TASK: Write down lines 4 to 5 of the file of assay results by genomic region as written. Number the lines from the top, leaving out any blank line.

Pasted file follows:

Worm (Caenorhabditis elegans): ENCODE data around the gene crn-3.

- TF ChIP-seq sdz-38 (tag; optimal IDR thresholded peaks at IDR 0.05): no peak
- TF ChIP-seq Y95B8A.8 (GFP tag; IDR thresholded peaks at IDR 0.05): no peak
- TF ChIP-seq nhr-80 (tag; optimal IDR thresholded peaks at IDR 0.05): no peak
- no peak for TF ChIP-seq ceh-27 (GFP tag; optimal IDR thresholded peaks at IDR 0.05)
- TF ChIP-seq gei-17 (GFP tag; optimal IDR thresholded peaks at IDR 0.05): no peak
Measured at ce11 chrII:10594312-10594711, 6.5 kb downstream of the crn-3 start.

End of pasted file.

- TF ChIP-seq nhr-80 (tag; optimal IDR thresholded peaks at IDR 0.05): no peak
- no peak for TF ChIP-seq ceh-27 (GFP tag; optimal IDR thresholded peaks at IDR 0.05)